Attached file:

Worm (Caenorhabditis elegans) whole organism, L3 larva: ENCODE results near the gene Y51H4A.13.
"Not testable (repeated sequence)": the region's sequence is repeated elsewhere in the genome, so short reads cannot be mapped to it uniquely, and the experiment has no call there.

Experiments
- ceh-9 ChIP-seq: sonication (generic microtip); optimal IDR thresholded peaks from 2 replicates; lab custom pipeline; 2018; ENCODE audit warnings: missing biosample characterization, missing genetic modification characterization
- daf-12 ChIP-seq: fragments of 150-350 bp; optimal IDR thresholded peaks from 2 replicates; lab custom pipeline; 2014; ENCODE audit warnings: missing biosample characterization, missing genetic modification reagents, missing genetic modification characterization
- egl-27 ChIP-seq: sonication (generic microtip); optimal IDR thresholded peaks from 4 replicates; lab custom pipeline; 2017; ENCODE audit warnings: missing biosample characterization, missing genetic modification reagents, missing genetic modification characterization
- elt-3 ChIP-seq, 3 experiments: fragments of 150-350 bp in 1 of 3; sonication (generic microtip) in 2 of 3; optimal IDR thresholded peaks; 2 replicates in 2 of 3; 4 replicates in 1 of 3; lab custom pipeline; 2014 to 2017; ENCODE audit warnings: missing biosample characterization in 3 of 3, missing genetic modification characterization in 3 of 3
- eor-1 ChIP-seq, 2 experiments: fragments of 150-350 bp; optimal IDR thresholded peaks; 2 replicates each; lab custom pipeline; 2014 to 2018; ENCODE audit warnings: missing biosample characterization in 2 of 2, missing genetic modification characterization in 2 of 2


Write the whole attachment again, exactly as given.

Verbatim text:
Worm (Caenorhabditis elegans) whole organism, L3 larva: ENCODE results near the gene Y51H4A.13.
"Not testable (repeated sequence)": the region's sequence is repeated elsewhere in the genome, so short reads cannot be mapped to it uniquely, and the experiment has no call there.

Experiments
- ceh-9 ChIP-seq: sonication (generic microtip); optimal IDR thresholded peaks from 2 replicates; lab custom pipeline; 2018; ENCODE audit warnings: missing biosample characterization, missing genetic modification characterization
- daf-12 ChIP-seq: fragments of 150-350 bp; optimal IDR thresholded peaks from 2 replicates; lab custom pipeline; 2014; ENCODE audit warnings: missing biosample characterization, missing genetic modification reagents, missing genetic modification characterization
- egl-27 ChIP-seq: sonication (generic microtip); optimal IDR thresholded peaks from 4 replicates; lab custom pipeline; 2017; ENCODE audit warnings: missing biosample characterization, missing genetic modification reagents, missing genetic modification characterization
- elt-3 ChIP-seq, 3 experiments: fragments of 150-350 bp in 1 of 3; sonication (generic microtip) in 2 of 3; optimal IDR thresholded peaks; 2 replicates in 2 of 3; 4 replicates in 1 of 3; lab custom pipeline; 2014 to 2017; ENCODE audit warnings: missing biosample characterization in 3 of 3, missing genetic modification characterization in 3 of 3
- eor-1 ChIP-seq, 2 experiments: fragments of 150-350 bp; optimal IDR thresholded peaks; 2 replicates each; lab custom pipeline; 2014 to 2018; ENCODE audit warnings: missing biosample characterization in 2 of 2, missing genetic modification characterization in 2 of 2